This content was reviewed by veterinarian Dr. JoAnna Pendergrass, DVM.
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Pet parents like you encounter issues with their dogs daily that they have questions about. Here we explore all of your questions about dogs falling over and losing balance.
Note: if your dog can’t get up, that’s an entirely separate issue that we’ve written about to help you understand what may be going on with your dog.
Many pet parents ask the following questions:
- Drunk & Wobbly:
- Why is my dog acting drunk?
- My dog is acting drunk and wobbly; why?
- Why is my dog disoriented?
- Why is my dog off balance?
- My dog is disoriented, unbalanced, and confused; why?
- Why can’t my dog keep his balance?
- Why is my dog stumbling to one side?
- Why is my dog falling over and throwing up?
- Why is my senior dog falling over?
All of these questions can lead to the same diagnosis: vestibular disease.
Vestibular disease is the sudden, non-progressive disturbance of balance. The vestibular system is responsible for maintaining balance in your dog. There are two parts to the vestibular system: the peripheral portion (inner and middle ear) and the central portion (brain).
Vestibular disease is commonly diagnosed in old dogs and is also referred to as old dog syndrome and canine idiopathic vestibular syndrome. So, if you have an old dog falling down, this could be the cause.
Many pet parents have described symptoms as:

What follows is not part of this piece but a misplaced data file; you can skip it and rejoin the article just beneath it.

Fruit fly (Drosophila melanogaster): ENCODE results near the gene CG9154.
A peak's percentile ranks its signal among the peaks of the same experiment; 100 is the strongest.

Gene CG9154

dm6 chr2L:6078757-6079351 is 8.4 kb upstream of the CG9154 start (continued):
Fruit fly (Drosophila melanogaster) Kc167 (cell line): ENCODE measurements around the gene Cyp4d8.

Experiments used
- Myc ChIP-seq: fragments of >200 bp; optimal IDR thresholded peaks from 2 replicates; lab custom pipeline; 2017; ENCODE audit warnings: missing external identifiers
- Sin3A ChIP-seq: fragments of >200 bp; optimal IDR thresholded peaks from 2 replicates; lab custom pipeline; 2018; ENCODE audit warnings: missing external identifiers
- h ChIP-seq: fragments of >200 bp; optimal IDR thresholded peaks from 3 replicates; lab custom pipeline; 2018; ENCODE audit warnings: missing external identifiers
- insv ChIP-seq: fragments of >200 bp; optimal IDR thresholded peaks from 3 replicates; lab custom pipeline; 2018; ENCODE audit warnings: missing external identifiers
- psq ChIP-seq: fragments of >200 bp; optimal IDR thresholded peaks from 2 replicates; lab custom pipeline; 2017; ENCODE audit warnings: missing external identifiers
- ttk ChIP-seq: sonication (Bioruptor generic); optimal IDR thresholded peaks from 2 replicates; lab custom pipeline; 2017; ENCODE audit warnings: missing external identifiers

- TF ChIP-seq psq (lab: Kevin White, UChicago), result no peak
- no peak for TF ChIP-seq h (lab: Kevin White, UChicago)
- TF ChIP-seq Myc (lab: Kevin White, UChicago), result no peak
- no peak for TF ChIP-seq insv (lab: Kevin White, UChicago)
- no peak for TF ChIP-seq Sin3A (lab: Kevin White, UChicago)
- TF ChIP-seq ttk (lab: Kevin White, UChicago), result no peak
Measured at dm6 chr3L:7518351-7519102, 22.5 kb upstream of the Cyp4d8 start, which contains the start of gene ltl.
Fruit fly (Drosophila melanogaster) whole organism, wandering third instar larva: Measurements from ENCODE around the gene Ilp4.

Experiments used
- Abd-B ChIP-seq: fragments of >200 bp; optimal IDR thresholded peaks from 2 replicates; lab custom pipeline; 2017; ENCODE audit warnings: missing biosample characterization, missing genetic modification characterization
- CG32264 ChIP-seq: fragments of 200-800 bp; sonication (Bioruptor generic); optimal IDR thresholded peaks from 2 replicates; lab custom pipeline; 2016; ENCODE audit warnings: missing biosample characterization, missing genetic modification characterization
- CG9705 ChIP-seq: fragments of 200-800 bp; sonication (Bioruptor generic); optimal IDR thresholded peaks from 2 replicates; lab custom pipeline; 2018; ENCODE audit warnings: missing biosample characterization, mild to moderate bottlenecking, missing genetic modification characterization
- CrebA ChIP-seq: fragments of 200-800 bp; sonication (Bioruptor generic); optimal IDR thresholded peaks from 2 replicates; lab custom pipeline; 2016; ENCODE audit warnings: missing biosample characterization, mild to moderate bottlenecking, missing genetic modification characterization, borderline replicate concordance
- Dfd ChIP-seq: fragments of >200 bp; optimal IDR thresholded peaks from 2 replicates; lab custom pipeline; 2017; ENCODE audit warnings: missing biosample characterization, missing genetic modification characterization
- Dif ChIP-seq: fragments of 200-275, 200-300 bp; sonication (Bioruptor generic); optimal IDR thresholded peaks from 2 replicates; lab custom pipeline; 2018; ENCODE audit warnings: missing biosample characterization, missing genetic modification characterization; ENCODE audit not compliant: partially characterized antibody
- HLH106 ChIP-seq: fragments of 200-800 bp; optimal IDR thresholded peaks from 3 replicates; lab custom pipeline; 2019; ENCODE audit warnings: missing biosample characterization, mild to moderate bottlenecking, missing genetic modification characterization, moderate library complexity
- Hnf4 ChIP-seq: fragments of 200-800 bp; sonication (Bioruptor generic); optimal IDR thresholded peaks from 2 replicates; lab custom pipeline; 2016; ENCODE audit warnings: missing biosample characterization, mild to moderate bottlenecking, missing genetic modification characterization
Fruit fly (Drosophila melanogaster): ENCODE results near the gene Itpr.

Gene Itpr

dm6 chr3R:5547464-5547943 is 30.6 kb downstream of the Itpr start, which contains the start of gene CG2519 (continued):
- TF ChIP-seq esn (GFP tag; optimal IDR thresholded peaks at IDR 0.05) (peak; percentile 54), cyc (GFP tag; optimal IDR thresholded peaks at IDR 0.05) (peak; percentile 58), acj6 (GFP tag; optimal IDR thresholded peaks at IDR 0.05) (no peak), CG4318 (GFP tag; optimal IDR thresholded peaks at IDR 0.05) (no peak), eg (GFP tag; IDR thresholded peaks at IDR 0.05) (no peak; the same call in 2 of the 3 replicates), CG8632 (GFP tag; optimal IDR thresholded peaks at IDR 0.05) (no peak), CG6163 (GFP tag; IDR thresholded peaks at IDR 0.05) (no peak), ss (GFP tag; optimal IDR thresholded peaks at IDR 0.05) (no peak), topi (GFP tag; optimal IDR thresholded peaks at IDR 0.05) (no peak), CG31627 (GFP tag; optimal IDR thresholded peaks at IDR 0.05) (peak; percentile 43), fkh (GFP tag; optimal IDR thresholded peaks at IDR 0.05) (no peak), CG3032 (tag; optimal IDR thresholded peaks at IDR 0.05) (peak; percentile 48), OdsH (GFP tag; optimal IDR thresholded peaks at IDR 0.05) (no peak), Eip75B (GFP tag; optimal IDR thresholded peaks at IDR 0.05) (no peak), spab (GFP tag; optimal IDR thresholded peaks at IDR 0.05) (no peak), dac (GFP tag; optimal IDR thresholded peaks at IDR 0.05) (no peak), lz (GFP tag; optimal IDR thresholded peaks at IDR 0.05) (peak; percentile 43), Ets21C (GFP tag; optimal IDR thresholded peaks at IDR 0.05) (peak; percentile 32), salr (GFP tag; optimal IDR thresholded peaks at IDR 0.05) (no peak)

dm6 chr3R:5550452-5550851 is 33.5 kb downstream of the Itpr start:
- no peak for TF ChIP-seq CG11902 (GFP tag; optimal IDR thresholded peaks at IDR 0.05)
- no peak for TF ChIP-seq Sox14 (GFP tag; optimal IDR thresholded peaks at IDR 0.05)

- Dog falling over like drunk, or dog is acting drunk and wobbly
- Dog unsteady on feet suddenly, or my dog is wobbly and off-balance
- Dog walks in circles and is disoriented, or dog keeps walking in circles and falling over
- Falling to one side
- Dog walking sideways
- Dog losing balance in hind legs
- Dog stumbling on front legs
From a medical standpoint, symptoms of vestibular disease include:
- Abnormal eye movements
- Head tilt
- Hesitant to stand or walk
- Sudden loss of balance
If your dog is wobbly and disoriented or experiencing any of the symptoms mentioned above, you should call your vet and have your dog seen.
Some pet parents ask:
- Why is my dog falling over and peeing?
- Why is my dog throwing up and falling over?
Did you know, loss of control over the bladder and bowels after falling over and a dog falling over and throwing up can both be symptoms of a stroke? Additional dog stroke symptoms include:
- Loss of balance
- Loss of consciousness
- Head tilt
- Abnormal eye movement
- Impaired vision
- Acute weakness or paralysis in one or more limbs
- Pacing, circling, or turning the wrong way when called
A stroke occurs when there’s a sudden interruption of blood flow to the brain. Dog strokes can happen without warning. If you think your dog has experienced a stroke, seek veterinary care immediately.
My dog coughs and falls over; what’s wrong with him? Your dog may be experiencing a syncope (the medical term for fainting) if the dog coughs and then falls over.
Syncope occurs when a dog’s brain is being deprived of energy, usually oxygen or glucose. Most syncopal events last only a short time, from as little as a few seconds to several minutes.